Harvard researchers use chemical to transform human skin cells into pluripotent cells

2008-10-20

by Amy Swinderman

CAMBRIDGE, Mass.—Researchers at the Harvard Stem Cell Institute have successfully used valproic acid to transform human skin cells into pluripotent cells, a finding which could lead to the use of chemicals to reprogram cells instead of genes and viruses, according to a recent study.

The study, published Oct. 12 in the Nature Publishing Group journal Nature Biotechnology, presents the possibility of reprogramming through purely chemical means, “which would make therapeutic use of reprogrammed cells safer and more practical.” Eliminating the use of genes—and the viruses being used to insert them into target cells—is a goal of scientists doing reprogramming work, because the genes become integrated into the genome of the target cells and may change them in ways not yet understood or anticipated.

Using valproic acid, a chemical often used as a medication to treat seizure disorders, the scientists loosened the chromatin—the packaging of the cellular chromosome—making it easier to alter the cell’s DNA to transform ordinary human skin cells into more powerful induced pluripotent cells, or iPS cells.

The researchers used retroviruses to carry two of the four genes routinely used in reprogramming experiments. Because the two genes—c-Myc and Klf4—are cancer genes, this method of creating stem cells could be used to treat the disease, says Dr. Danwei Huangfu, lead author of the study. Previously, Huangfu used a chemical to improve the efficiency of the gene-induced reprogramming process in mice cells.

The study’s findings have other far-reaching implications. For example, this method could be used to regenerate the pancreatic cells destroyed in type 1 diabetes and perhaps cure that disease, according to the researchers.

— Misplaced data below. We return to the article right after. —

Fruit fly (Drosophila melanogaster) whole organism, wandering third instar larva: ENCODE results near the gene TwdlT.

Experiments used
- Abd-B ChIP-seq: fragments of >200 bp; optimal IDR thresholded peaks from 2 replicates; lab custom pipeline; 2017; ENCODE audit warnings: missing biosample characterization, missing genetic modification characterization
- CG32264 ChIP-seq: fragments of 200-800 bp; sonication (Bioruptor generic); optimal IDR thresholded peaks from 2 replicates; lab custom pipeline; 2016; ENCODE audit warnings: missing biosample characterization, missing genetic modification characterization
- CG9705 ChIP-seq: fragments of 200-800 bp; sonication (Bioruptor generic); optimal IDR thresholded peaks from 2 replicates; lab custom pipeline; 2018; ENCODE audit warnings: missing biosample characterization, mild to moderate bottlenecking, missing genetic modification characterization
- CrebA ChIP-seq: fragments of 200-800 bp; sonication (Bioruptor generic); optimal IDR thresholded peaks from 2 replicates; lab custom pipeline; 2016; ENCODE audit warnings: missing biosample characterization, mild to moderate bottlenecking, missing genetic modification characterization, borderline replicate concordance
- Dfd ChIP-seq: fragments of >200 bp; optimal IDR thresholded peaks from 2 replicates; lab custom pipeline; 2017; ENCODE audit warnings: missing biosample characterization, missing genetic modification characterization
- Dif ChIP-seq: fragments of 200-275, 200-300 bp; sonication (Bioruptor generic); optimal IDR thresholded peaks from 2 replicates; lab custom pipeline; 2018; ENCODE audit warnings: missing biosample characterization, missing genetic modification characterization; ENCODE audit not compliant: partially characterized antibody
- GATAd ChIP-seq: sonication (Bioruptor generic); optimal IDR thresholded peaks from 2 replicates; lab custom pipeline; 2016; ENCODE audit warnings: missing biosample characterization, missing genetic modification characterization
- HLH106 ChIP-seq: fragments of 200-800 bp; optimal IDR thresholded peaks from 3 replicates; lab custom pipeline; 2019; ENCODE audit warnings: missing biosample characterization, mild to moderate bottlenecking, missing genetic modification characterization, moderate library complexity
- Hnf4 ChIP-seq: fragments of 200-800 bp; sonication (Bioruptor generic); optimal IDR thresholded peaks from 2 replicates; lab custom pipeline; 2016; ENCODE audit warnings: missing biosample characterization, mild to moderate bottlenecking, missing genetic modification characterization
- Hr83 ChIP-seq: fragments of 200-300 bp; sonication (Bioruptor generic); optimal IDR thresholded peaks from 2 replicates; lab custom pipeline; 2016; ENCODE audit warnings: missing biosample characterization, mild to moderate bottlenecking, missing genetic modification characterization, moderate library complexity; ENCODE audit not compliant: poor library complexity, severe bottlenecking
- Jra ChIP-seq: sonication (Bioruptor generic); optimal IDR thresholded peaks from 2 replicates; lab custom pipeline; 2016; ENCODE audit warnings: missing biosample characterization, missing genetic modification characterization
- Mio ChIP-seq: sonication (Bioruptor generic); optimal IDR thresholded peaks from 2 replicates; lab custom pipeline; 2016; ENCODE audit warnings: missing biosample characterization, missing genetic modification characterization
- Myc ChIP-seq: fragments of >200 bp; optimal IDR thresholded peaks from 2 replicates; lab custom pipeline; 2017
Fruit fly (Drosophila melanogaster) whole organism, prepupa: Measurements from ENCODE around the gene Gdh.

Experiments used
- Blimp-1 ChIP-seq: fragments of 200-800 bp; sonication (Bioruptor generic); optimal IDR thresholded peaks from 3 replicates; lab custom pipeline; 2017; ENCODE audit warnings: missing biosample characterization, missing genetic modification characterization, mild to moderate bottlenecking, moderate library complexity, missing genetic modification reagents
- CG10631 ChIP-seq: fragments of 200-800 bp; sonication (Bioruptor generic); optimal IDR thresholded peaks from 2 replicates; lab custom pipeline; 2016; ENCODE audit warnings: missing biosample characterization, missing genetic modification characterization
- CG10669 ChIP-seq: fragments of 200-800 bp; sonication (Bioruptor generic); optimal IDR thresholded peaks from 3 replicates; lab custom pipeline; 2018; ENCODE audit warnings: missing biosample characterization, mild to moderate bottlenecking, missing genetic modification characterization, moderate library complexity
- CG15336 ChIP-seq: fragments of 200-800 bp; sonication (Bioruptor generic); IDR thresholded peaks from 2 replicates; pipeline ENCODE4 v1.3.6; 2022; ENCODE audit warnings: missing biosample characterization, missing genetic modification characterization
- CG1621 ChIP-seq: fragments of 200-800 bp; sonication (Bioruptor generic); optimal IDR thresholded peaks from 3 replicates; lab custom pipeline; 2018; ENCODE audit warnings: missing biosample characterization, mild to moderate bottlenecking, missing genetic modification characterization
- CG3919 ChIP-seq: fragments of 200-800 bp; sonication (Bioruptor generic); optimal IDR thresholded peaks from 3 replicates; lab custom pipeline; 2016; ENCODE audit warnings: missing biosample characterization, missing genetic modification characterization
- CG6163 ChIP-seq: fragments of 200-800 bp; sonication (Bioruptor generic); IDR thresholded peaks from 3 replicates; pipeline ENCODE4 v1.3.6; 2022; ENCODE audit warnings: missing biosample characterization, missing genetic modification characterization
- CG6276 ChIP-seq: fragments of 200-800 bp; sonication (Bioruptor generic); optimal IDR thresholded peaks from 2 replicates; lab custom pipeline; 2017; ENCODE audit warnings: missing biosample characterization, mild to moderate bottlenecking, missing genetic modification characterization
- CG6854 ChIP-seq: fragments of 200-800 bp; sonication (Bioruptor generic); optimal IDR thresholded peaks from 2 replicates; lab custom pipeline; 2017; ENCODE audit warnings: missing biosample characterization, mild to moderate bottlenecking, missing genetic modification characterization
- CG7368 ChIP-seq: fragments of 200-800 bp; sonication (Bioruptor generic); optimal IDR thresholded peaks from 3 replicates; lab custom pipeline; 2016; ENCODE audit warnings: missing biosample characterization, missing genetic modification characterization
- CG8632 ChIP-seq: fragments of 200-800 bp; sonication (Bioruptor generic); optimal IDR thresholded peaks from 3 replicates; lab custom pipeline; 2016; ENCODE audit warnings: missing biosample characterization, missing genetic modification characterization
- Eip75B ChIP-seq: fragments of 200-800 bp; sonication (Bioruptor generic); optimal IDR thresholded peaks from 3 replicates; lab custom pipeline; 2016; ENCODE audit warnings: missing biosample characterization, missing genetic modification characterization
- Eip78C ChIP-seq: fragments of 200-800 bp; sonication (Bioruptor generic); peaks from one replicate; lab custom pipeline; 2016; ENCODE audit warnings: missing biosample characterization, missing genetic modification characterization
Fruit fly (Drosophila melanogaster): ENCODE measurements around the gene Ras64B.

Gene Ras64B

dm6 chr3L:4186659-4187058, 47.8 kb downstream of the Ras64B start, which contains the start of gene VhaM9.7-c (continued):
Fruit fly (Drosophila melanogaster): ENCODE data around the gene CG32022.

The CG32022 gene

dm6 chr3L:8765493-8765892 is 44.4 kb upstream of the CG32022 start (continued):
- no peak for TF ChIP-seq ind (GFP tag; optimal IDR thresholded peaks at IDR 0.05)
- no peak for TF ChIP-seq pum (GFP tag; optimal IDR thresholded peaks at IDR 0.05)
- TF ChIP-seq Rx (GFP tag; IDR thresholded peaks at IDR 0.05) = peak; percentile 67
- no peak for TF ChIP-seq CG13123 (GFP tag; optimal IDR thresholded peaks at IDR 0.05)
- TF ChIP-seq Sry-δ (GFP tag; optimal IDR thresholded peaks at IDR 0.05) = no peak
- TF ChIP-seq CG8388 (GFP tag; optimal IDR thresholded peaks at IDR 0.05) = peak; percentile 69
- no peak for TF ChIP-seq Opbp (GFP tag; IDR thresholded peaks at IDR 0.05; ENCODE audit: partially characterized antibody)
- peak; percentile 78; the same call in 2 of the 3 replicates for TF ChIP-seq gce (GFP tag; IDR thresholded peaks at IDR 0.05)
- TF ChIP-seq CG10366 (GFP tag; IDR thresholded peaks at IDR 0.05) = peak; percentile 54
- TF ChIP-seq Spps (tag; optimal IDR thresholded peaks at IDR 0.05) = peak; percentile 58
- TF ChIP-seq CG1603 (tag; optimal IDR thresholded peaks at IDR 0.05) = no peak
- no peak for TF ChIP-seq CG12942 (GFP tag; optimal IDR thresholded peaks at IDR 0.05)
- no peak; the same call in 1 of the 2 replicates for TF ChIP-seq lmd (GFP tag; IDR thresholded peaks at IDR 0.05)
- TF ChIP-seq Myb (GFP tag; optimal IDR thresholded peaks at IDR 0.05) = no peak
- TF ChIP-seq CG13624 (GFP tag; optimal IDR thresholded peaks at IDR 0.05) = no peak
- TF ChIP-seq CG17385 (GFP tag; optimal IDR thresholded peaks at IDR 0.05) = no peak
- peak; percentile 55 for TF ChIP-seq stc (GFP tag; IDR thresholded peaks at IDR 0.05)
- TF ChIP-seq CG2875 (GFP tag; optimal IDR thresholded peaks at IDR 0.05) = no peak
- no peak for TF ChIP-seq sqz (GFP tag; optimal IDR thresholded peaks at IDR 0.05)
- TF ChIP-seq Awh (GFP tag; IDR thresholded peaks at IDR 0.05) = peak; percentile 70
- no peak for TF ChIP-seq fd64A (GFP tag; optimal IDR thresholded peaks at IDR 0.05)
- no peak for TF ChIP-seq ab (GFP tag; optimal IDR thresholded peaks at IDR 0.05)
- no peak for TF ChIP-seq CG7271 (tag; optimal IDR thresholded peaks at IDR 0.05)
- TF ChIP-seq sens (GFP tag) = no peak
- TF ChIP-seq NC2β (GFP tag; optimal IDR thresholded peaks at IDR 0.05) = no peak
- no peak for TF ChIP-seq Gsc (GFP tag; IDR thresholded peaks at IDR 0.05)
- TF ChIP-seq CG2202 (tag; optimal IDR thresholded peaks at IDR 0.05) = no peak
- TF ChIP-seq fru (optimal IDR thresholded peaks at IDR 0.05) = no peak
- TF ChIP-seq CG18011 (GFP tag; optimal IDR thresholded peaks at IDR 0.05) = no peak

The researchers will now probe whether chemicals can replace all of the genes used in reprogramming, because genes instruct the cell to reprogram itself back to a stem cell state.

“We may need two types of chemicals, one to loosen the chromatin structure, and another to activate a genetic program for the stem cell state,” Huangfu says. “We are looking for that reprogramming chemical, and it should be possible to find.”

The study, Induction of pluripotent stem cells from primary human fibroblasts with only Oct4 and Sox2, was co-authored by Kenji Osafune, René Maehr, Wenjun Guo, Astrid Eijkelenboom, Shuibing Chen, Whitney Muhlestein and Douglas A. Melton, a group of researchers from the Harvard Stem Cell Institute; the Japan Science and Technology Agency’s ICORP Organ Regeneration Project; the Whitehead Institute for Biomedical Research in Cambridge, Mass.; and the Biomedical Sciences department of Utrecht University in the Netherlands. DDN


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